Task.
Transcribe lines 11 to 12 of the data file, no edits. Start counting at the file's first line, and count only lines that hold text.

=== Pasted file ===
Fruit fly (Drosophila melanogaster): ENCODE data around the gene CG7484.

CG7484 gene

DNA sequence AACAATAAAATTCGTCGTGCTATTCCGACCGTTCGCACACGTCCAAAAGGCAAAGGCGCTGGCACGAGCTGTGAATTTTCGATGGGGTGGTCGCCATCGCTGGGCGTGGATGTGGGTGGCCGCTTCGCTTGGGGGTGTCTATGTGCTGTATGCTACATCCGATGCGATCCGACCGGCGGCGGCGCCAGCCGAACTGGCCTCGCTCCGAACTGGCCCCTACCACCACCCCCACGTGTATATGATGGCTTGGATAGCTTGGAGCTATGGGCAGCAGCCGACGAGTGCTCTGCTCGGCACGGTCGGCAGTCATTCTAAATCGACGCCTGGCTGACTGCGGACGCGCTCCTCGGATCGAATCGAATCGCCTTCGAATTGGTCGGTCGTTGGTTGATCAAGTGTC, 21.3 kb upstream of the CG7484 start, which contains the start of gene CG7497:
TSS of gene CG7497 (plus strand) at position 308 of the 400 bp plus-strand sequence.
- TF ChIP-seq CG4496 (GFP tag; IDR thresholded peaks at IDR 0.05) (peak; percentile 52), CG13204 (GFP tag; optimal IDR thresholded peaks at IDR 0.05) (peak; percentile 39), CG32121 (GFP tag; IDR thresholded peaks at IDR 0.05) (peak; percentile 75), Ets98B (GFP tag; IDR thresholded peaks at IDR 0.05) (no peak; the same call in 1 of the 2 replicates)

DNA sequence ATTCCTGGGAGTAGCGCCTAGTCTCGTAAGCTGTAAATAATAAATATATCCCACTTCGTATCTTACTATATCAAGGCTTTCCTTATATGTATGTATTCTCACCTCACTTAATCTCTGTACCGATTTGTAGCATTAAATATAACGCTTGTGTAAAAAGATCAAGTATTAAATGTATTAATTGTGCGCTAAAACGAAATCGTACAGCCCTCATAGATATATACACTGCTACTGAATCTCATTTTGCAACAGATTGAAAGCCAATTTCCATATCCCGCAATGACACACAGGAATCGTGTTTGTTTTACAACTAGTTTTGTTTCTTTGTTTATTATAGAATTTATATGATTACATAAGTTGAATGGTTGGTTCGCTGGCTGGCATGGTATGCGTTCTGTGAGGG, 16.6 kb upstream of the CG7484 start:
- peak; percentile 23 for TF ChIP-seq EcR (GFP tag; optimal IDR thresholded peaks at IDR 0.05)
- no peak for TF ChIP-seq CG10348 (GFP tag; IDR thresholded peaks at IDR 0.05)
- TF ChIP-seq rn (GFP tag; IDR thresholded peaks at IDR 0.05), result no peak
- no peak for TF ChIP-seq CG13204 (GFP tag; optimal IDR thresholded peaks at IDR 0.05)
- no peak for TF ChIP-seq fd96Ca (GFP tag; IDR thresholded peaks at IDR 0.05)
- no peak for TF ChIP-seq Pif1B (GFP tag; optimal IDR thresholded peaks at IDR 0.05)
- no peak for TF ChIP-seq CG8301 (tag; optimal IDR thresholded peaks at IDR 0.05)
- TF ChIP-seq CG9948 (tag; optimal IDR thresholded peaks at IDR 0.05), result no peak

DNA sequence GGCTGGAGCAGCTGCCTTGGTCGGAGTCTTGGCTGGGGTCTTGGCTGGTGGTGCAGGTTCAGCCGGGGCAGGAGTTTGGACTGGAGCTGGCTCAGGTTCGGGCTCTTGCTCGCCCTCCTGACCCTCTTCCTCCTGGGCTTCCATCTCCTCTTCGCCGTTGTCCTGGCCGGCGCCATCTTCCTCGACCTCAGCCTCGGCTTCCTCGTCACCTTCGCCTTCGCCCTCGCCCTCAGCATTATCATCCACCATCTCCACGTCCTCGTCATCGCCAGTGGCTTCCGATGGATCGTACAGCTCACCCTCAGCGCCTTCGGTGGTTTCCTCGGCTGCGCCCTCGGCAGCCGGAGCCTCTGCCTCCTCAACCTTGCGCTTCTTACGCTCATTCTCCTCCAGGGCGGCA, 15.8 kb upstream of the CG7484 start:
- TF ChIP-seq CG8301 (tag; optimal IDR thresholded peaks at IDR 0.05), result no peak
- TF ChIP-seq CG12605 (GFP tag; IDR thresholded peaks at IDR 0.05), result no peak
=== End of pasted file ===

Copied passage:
- no peak for TF ChIP-seq fd96Ca (GFP tag; IDR thresholded peaks at IDR 0.05)
- no peak for TF ChIP-seq Pif1B (GFP tag; optimal IDR thresholded peaks at IDR 0.05)